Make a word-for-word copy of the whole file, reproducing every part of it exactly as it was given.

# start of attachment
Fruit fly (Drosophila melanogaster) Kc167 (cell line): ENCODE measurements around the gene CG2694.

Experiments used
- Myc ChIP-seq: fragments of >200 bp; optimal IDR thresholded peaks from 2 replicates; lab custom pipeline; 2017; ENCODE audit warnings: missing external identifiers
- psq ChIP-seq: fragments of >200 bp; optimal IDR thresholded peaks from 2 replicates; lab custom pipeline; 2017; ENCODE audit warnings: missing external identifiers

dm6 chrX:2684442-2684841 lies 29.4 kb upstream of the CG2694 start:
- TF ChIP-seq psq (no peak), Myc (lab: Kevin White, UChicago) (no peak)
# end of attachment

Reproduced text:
Fruit fly (Drosophila melanogaster) Kc167 (cell line): ENCODE measurements around the gene CG2694.

Experiments used
- Myc ChIP-seq: fragments of >200 bp; optimal IDR thresholded peaks from 2 replicates; lab custom pipeline; 2017; ENCODE audit warnings: missing external identifiers
- psq ChIP-seq: fragments of >200 bp; optimal IDR thresholded peaks from 2 replicates; lab custom pipeline; 2017; ENCODE audit warnings: missing external identifiers

dm6 chrX:2684442-2684841 lies 29.4 kb upstream of the CG2694 start:
- TF ChIP-seq psq (no peak), Myc (lab: Kevin White, UChicago) (no peak)